1 – 7:59 Al Suwardi: SINDHEN KEWEK (siteran in barang miring)
2 – 8:53 Darno Kartawi: TENGORO (bamboo and calung instruments)
3 – 9:14 Joko Purwanto: WAKTU DAN RUANG (bowed strings)
4 – 7:47 Prasadiyanto: UKELAN (genders)
5 – 8:42 Sri Harta: PUTHUT GELUT (wood logs, ‘gamelan oprok’)
6 – 7:23 Supardi: PAPAT (pencon instruments)
The second CD in the Lyrichord series represents a very different approach. John Noise Manis commissioned six faculty composers from Institut Seni Indonesia (ISI) in Surakarta to create new works. The composers all have extensive training in traditional music as well as experience studying and teaching abroad. They bring wide-ranging perspectives to their pieces, and the results show evidence of Western avant-garde thinking applied to Javanese forms and processes, as well as a combination of composer-as-dictator and a more Javanese collaborative approach to creating music. Each composer has contributed notes about his composition for the liner notes.
…Considered as a whole, the six compositions represent a variety of Javanese approaches to new composition – new instruments as well as new approaches to form, texture, elaboration, and melody. As new compositions go, they are relatively conservative, and all have firm audible roots in traditional Javanese music.
Henry Spiller, Ethnomusicology
Contemporary Composers, offers six works by six contemporary musicians. What may seem odd to Westerners is that the musicians, according to Manis’ brief introduction, worked together as a group, although each work is identified as having been created by one of them. (Perhaps it’s not so odd: when one considers the origins of much of our popular music, particularly jazz and rock, the first form of a song often bears little resemblance to what we hear in concert or on a recording, when each member of the band has made a contribution.)
Aloysius Suwardi’s offering, ‘Sindhen Kewek’ (which translates as “flirtatious singer”), combines two genres of gamelan music, jineman, a traditional genre that forms the basis for the instrumental part, and langgam, which forms the basis of the vocals. It’s a combination that provides a good deal of dramatic tension in the piece, supported by a strong momentum that carries throughout. I remember on first hearing, I could feel myself smiling — it’s that kind of music.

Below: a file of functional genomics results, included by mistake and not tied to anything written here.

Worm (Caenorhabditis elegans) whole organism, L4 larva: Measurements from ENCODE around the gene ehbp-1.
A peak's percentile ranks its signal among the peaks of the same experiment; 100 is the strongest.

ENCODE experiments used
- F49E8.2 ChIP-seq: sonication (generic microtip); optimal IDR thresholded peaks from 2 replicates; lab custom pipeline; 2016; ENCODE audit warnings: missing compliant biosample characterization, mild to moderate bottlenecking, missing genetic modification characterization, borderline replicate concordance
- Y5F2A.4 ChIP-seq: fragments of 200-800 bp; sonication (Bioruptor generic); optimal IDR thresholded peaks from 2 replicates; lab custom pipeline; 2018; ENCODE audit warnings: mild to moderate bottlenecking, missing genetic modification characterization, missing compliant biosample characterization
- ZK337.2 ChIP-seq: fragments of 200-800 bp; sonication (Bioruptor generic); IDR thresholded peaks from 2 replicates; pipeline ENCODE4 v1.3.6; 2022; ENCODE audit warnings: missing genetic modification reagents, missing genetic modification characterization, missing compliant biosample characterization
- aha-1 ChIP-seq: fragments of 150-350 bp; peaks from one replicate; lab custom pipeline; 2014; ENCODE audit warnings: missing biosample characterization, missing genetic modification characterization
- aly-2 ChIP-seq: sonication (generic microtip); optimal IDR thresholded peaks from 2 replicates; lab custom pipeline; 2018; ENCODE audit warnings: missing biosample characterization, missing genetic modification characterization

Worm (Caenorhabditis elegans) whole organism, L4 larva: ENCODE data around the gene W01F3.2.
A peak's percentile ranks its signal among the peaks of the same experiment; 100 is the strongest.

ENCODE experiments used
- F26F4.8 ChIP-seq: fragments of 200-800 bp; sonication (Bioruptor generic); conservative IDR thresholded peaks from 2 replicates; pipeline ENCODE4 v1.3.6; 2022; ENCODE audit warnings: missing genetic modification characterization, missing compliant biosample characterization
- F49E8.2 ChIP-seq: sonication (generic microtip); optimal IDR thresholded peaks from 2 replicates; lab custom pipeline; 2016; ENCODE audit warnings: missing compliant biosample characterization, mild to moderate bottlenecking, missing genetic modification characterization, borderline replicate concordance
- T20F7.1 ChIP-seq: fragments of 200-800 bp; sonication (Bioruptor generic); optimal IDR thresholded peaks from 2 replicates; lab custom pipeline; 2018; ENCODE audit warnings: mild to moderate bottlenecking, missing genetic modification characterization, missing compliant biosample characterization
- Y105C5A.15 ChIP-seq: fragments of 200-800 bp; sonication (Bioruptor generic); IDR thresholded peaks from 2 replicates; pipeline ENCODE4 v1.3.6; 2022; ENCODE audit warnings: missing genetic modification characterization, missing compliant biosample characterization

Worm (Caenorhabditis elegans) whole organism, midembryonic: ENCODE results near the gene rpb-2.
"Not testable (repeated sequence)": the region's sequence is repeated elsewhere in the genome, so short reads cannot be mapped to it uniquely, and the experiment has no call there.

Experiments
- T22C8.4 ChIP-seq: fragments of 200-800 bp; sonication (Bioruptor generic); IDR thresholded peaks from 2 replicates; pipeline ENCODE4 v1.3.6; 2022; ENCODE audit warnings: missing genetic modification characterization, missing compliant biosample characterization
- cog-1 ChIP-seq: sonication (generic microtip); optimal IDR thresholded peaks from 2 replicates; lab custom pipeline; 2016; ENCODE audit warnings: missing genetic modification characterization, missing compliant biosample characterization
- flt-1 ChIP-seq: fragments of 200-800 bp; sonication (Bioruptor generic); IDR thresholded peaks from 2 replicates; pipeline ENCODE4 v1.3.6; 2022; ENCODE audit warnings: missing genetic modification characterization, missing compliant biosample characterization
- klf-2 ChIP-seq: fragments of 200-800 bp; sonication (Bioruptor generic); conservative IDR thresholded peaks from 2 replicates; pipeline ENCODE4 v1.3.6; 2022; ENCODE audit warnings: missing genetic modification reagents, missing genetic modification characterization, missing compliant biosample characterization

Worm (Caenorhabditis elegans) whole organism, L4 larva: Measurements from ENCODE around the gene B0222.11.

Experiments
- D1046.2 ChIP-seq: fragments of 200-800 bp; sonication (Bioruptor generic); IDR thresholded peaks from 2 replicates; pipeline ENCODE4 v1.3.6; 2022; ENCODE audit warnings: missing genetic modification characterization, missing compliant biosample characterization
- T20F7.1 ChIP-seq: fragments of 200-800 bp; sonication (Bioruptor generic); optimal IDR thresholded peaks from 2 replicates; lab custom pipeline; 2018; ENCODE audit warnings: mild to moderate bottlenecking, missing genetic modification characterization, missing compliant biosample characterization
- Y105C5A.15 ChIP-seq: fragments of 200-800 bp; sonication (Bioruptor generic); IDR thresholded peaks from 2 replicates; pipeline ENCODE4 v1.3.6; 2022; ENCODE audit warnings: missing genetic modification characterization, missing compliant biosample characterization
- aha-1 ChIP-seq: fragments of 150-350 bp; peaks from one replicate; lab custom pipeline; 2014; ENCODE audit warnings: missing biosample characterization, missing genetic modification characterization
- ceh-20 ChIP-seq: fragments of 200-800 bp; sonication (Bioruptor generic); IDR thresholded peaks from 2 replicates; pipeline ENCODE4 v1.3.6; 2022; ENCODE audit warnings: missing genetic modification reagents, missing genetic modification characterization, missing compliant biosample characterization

‘Tengoro’, by Darno Kartawi, reflects village life, specifically based on the composer’s childhood in a village on the border between Banyumas (central Java) and Sunda (western Java). It’s a tremendously evocative piece of music, giving a real sense of the energy of village life.
Joko Purwanto’s ‘Waktu dan Ruang’ (“Time and Space”) uses the elements of the title to structure a highly abstract piece of music in which the instruments fill in the gaps in each other’s parts, sometimes competing with each other, sometimes complementing each other. Conceptually, if not in any other way, the piece reminds me of Morton Feldman’s ‘Rothko Chapel’ — it has that same sense of sound and silence occupying and defining space.
The title ‘Ukelan’, composed by Prasadiyanto, refers to a style of playing in which the left hand and right hand move at different speeds. The music that results from the composer’s use of this technique provides a complex and engaging work.
Sri Harta’s ‘Puthut Gelut’ also makes use of patterns to build a piece of music. The composer notes that the idea of competition is once again central to the composition — “puthut” means “power” or “strength” and “gelut” is “to fight”. The opening passages give a sense of the music poised on the brink, which soon gives way to a complex, highly textured work, in which the vocals and the instrumentals weave through and around each other to build a rich tapestry of sound.
The final selection, Supardi’s ‘Papat’ is based on four notes of the slendro scale, using the patterns thus derived to build strong momentum. Interestingly enough, this one strikes these Western ears as perhaps the most traditional of the selections on this disc. It is also quite intense, almost reaching the driven quality of Balinese gamelan.
This new series from Lyrichord is a welcome addition to my ever-growing library of gamelan. The notes, while somewhat technical, are very informative and, particularly in Volume II, give us insights into the music from the creators themselves.
Robert M. Tilendis, Sleeping Hedgehog
Charming and exquisitely beautiful. Executed very well.
Customer review, Amazon.com
Volume Two which features contemporary composers is very different , departing from the instruments and forms of classical Javanese music to fine effect. For example, Sindhen Kewek by Aloysius Suwardi takes an ensemble of massed plucked stringed instruments and singers and creates something thrillingly atmospheric, like a Javanese Portishead. Tengoro by Darno Kartawi, on the other hand, backs its wailing singers with chugging bamboo percussion to create something that sounds like Krautrock. This is terrific music that deserves to find an audience beyond the gamelan getto.
John Whitfield, Songlines